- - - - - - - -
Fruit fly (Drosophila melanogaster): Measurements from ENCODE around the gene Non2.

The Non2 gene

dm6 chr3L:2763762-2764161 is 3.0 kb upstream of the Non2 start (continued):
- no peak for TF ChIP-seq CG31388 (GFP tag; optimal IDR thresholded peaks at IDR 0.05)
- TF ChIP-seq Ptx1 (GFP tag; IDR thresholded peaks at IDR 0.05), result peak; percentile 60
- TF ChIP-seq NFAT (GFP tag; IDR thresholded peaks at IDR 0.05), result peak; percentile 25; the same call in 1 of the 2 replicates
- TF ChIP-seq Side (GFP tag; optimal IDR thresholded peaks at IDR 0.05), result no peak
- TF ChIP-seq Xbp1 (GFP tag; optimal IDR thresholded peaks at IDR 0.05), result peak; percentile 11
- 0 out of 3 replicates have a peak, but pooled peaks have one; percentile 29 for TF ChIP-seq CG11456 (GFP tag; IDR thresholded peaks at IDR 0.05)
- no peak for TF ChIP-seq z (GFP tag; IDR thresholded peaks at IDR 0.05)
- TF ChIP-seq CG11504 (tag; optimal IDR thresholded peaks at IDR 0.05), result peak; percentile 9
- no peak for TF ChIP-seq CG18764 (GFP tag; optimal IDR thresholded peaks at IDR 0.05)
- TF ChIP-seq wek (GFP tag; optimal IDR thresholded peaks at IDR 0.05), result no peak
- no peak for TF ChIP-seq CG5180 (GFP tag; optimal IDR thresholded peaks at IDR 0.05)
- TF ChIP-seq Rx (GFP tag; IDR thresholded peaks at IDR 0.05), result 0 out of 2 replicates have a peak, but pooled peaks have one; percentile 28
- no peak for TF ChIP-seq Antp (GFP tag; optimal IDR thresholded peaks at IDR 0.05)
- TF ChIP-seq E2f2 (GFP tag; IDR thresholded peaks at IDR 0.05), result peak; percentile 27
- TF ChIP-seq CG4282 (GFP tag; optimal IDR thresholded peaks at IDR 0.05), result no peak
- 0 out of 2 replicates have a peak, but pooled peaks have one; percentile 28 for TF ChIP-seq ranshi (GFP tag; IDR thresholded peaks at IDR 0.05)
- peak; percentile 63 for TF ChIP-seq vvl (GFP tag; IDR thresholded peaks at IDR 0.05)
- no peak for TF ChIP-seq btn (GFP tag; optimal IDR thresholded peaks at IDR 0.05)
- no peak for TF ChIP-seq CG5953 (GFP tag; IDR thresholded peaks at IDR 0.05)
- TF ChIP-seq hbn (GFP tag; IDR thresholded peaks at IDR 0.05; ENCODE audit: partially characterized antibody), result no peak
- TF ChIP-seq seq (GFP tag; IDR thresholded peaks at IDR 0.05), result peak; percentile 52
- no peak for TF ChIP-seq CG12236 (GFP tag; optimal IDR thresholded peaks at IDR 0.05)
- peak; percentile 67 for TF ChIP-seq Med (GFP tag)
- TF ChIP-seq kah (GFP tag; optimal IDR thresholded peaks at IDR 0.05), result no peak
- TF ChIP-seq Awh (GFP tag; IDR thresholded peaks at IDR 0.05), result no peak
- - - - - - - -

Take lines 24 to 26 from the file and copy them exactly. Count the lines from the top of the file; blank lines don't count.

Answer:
- TF ChIP-seq seq (GFP tag; IDR thresholded peaks at IDR 0.05), result peak; percentile 52
- no peak for TF ChIP-seq CG12236 (GFP tag; optimal IDR thresholded peaks at IDR 0.05)
- peak; percentile 67 for TF ChIP-seq Med (GFP tag)